I'm trying to implement the trigger framework outlined here:

The triggerhandler methods take lists or maps of sObjects as their inputs. In his example he casts list <sObject> as list <Account> by doing:

public void BeforeInsert(List<SObject> newItems) 
        for (Account acc : (List<Account>)newItems)

What is the equivalent for:

public void AfterInsert(Map<Id, SObject> newItems) {
for (opporutnity opp: (........).values()

3 Answers 3


The .values() method will return a list of sObjects, which means that you can simply follow the same scenario and cast the list to a concrete sObject type:

for (Opportunity opp : (List <Opportunity>)newItems.values())

As long as all the values are of type "Opportunity" and you know that for sure.

The alternative way is to work with generic sObjects the whole time:

for (sObject opp : newItems.values())

Read more about dynamic apex

  • 4
    Actually, you can cast it only if the actual object contains a Map<Id, Opportunity>; if it's any other type, expect a runtime exception instead. You can't explicitly assign a Map<Id, SObject> to a Map<Id, Opportunity>, even if it's empty or only contains opportunities.
    – sfdcfox
    Jan 14, 2016 at 0:22
  • @sfdcfox should I put the assignment in a try/catch block? Jan 14, 2016 at 4:42
  • @krewllobster No, just make sure you're using the right type to begin with. Normally you'll know what object you're working on. That is one of the drawbacks of accepting a generic SObject list instead of a specific subtype. Just make sure that if you're in an opportunity trigger, you don't try to cast to a list of accounts or something, and you'll be fine.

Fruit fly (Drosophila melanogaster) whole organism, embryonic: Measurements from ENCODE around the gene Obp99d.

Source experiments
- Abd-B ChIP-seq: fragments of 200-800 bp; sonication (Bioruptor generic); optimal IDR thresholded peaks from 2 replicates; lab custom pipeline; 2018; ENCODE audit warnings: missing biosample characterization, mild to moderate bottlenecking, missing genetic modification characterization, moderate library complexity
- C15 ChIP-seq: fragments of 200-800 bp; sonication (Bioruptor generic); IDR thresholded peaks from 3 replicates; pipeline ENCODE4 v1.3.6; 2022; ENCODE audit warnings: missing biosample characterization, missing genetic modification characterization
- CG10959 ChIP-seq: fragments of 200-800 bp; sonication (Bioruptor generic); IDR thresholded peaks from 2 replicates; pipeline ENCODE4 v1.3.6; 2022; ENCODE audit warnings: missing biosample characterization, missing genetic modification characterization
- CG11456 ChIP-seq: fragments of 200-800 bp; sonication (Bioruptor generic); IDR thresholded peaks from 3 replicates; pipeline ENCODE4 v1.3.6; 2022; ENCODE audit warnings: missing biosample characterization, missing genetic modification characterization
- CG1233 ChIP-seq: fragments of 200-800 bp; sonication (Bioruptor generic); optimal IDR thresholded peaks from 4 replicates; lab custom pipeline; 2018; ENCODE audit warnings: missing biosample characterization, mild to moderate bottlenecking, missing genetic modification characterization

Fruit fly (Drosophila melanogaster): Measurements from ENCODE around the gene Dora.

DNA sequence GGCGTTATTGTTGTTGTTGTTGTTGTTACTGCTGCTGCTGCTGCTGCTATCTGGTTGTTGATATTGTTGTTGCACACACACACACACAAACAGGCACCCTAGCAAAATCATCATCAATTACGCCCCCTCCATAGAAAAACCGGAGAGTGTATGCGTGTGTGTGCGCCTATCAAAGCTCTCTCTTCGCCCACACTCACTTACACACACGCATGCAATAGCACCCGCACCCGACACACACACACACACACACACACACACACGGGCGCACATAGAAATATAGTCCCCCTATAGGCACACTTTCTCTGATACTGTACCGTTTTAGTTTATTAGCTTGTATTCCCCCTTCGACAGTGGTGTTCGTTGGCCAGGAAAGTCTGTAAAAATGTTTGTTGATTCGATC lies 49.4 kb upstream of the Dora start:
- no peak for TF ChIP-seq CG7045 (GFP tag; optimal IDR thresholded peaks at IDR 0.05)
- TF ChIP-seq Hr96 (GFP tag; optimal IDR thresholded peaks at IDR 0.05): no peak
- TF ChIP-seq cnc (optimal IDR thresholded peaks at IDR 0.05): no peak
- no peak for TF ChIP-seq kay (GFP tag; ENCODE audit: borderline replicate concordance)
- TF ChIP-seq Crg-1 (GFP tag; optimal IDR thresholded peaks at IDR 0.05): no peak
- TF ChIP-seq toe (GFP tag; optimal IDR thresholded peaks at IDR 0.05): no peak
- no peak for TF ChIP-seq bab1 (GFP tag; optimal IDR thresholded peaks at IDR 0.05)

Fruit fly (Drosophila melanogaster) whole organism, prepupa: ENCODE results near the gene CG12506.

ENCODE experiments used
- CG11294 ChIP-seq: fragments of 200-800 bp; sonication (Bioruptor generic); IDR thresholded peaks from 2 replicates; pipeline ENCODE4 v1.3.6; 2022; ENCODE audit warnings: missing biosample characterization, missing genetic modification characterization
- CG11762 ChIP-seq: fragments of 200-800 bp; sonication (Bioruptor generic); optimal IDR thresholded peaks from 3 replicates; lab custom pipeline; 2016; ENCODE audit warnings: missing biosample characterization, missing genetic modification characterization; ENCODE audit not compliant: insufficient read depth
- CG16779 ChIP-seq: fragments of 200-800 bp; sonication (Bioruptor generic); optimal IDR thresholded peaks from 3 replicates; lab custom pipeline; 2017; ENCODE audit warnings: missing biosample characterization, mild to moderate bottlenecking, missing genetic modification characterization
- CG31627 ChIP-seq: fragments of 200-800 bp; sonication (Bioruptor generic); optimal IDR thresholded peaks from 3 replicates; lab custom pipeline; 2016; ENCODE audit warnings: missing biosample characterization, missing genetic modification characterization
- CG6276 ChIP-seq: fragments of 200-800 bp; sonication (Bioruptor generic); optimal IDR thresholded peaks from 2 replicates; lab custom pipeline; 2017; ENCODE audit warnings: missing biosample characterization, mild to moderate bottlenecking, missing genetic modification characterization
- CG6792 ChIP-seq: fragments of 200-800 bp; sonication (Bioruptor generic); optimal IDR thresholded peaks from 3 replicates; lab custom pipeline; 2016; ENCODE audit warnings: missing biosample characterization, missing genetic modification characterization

– sfdcfox
    Jan 14, 2016 at 4:47
  • @sfdcfox I'm working on an 'after update' trigger and need to compare old and new values. I'm now feeling like I need to cast the opportunity lists, then rebuild two opportunity maps? Then I can say: for(opportunity o: newopps.values) {if(o.value != oldvalues.get(o.id).value) {logic}} Jan 14, 2016 at 18:18
  • @krewllobster I have found that maps are relatively expensive compared to list access, so I'd recommend using Trigger.new/Trigger.old, and iterating over the values like this: for(Integer index = 0, size = Trigger.new.size(); index < size; index++) { Opportunity o = Trigger.old[index], n = Trigger.new[index]; if(n.value != o.value) { ... } }.
    – sfdcfox
    Jan 14, 2016 at 18:50

I know this is old, but still pulls up as the result via a google search. So I'm going to post something I have had luck with.

If you know what sObject you are converting into, I've had success doing this:

objList //we'll say this is a Map<Id, sObject> where the sObject is an Opportunity
 List<Opportunity> oppList = objList.values();

Or looping:

   for(Opportunity o : objList.values())

It's a little different than the previous answer given, so I hope someone finds it useful.

Edit: Apologies, realized this is for Map to Map. However I'll leave this because in some situations converting to a list from a Map will be beneficial as it should have already removed dups from being in a map, and then you can iterate through the list or perform DML on it.


You can iterate over a hash map using:

public void AfterInsert(Map<Id, SObject> newItems) {
    for (Id key: newItems.keySet())
        Opportunity opp = (Opportunity)newItems.get(key);
        //do something with your opp

So basically what you are doing here is:

  • using the keySet() method on the Map to get an iterator (so you're looping on the keys)
  • Then using that key, you get that particular SObject from your map (using the get() method)
  • Then you are type casting from SObject directly to an Opportunity class

There's an example here: Iterating over a map (Apex)

  • 5
    I would specifically avoid doing this: using a map when a list would suffice would waste about 25ms per item in the list. That's a pretty stiff penalty.
    – sfdcfox
    Jan 14, 2016 at 0:24
  • Crikey. That's a heap. Poor heap. Oct 2, 2017 at 1:02

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